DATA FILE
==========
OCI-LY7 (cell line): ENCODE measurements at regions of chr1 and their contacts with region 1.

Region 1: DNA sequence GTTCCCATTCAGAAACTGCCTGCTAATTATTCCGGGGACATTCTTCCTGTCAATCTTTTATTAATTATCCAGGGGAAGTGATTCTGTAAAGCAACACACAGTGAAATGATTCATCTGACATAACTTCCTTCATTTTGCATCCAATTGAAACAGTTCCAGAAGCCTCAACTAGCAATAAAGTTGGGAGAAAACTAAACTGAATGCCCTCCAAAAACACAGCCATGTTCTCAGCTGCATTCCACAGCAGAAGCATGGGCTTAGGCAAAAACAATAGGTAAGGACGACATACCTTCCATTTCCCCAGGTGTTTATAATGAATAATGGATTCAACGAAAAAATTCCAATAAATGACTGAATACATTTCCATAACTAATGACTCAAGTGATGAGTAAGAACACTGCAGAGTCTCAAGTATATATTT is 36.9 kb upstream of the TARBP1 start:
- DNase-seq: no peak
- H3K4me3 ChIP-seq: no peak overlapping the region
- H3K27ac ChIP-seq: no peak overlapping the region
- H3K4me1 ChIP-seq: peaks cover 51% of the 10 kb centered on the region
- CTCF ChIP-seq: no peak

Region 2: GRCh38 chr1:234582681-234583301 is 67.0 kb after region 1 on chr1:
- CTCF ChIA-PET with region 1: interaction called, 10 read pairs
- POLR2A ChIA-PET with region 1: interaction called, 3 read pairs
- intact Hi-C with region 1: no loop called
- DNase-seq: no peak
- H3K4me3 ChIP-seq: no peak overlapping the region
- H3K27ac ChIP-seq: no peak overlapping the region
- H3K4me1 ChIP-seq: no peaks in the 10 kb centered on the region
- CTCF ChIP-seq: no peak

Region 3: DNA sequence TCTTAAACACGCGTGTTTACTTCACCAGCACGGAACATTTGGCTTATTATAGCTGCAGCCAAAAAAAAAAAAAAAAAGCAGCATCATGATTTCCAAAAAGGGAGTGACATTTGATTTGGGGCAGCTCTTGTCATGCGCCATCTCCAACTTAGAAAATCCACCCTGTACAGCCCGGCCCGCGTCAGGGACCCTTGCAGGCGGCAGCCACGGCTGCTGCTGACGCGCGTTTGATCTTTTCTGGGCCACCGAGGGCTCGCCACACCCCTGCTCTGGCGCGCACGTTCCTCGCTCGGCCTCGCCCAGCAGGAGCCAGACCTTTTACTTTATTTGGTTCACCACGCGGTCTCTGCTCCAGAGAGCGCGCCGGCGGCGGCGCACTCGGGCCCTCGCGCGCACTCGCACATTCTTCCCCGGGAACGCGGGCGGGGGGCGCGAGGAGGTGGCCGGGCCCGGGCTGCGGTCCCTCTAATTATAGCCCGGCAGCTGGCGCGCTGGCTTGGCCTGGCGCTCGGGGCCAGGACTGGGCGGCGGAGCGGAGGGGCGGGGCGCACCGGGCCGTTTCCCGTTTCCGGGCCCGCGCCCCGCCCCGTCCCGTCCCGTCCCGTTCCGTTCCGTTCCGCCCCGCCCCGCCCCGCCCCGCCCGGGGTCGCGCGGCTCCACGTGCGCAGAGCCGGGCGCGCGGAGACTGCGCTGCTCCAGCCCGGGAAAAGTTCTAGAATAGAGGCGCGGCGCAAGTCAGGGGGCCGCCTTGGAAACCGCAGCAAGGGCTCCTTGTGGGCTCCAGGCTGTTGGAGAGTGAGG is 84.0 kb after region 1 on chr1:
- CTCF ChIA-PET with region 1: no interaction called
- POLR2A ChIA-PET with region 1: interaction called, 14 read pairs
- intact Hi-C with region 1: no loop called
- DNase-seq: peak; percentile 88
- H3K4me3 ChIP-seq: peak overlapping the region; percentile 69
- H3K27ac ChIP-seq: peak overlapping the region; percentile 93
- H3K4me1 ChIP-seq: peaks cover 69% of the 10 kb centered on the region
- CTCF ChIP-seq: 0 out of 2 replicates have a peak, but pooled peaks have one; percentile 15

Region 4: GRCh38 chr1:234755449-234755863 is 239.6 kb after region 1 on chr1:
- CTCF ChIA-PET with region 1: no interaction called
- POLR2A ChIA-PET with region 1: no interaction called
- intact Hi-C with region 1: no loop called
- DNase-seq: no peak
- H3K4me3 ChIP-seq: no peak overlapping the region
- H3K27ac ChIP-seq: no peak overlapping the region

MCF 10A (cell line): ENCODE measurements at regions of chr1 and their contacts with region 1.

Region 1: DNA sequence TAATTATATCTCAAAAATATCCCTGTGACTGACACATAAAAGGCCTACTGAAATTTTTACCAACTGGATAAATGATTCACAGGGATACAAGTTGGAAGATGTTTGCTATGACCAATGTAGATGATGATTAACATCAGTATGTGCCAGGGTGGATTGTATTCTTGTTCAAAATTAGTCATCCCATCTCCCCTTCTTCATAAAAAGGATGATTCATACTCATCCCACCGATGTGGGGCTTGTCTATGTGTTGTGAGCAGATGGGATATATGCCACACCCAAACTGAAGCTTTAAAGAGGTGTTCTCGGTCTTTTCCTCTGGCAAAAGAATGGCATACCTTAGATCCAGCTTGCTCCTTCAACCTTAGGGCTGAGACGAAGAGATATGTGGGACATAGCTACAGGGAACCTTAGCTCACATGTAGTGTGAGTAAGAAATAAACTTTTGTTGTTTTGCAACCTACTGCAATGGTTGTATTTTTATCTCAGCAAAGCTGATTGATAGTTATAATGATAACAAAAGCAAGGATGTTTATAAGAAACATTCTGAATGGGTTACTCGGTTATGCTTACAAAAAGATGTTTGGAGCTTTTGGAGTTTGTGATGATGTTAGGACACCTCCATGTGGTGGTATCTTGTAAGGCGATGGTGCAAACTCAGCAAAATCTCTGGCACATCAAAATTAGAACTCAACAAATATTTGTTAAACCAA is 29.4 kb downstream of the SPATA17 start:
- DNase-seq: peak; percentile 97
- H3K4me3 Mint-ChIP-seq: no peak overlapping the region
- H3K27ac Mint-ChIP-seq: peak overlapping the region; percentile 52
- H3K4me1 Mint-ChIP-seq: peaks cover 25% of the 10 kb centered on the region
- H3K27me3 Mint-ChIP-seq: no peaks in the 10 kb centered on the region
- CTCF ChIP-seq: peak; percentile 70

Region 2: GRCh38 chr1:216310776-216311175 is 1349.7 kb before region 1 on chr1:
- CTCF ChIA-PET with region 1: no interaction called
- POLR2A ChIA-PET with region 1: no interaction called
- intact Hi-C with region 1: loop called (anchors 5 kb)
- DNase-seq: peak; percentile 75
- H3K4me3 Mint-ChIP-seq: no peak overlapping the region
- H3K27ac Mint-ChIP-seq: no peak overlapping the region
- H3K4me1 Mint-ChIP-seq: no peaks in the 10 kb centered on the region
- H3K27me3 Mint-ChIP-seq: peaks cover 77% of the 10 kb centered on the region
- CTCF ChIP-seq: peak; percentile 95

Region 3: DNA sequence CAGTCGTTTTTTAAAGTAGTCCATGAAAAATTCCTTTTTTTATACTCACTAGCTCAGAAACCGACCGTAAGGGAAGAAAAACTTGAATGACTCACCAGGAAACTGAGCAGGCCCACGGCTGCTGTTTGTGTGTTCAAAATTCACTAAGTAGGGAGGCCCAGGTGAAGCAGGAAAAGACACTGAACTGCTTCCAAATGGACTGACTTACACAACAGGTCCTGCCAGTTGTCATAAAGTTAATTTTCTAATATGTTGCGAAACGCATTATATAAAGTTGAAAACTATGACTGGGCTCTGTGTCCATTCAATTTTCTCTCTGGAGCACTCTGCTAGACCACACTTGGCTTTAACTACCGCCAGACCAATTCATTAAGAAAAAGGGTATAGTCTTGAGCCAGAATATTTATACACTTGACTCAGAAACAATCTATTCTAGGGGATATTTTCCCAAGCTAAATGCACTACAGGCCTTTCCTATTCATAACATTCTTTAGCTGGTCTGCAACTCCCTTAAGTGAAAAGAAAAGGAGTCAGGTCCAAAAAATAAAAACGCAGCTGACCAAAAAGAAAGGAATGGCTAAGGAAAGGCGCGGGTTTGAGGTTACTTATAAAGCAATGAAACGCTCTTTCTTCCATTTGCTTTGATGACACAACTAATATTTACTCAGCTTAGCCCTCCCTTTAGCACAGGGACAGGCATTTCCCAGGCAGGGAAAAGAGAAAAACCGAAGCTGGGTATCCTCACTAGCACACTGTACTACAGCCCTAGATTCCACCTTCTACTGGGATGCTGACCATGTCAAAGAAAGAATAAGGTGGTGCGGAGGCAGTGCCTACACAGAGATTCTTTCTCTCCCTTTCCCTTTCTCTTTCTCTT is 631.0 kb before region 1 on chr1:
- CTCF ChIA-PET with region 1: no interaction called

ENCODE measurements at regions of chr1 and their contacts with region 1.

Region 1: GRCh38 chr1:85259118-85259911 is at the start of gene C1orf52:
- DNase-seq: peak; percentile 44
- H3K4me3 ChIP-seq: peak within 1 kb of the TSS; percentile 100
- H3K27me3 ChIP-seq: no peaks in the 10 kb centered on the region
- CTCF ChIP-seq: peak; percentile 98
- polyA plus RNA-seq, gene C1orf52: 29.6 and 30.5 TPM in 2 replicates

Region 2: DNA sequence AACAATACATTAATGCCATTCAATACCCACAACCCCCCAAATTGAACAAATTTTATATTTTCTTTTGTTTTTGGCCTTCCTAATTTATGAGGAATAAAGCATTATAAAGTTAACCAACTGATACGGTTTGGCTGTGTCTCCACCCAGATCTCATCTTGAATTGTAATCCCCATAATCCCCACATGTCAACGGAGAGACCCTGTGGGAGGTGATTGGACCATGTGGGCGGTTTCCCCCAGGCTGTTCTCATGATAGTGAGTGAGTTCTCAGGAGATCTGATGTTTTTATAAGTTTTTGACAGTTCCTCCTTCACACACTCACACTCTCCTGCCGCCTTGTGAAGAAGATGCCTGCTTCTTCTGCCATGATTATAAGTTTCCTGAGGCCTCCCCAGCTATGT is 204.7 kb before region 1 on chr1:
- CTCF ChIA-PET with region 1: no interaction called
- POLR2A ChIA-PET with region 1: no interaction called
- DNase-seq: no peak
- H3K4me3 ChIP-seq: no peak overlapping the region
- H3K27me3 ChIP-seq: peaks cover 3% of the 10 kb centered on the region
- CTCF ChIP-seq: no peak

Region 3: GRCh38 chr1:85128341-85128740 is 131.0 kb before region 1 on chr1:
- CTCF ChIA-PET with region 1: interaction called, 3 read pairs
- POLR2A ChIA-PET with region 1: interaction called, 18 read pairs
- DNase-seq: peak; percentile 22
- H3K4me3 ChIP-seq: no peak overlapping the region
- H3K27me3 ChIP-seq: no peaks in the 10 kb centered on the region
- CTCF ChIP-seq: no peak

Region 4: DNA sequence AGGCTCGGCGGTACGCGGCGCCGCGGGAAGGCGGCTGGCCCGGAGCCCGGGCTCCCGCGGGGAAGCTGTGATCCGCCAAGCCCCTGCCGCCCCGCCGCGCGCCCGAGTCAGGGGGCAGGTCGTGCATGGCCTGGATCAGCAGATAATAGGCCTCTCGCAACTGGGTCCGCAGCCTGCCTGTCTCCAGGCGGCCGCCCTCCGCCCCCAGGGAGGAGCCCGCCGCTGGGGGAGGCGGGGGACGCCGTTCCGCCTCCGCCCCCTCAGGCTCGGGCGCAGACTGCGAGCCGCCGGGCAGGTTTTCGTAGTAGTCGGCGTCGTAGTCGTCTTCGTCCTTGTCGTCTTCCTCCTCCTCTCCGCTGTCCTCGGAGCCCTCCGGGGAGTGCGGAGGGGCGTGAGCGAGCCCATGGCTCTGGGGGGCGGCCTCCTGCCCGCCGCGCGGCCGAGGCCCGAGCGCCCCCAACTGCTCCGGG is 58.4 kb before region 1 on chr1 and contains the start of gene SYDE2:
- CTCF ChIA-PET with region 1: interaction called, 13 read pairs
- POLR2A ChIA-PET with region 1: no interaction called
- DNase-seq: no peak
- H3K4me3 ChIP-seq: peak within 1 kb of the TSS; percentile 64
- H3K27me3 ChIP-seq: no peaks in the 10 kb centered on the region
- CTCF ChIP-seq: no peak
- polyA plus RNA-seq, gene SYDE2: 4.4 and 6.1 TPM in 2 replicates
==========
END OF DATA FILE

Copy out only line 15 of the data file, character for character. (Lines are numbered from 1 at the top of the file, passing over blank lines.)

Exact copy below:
- H3K4me1 ChIP-seq: no peaks in the 10 kb centered on the region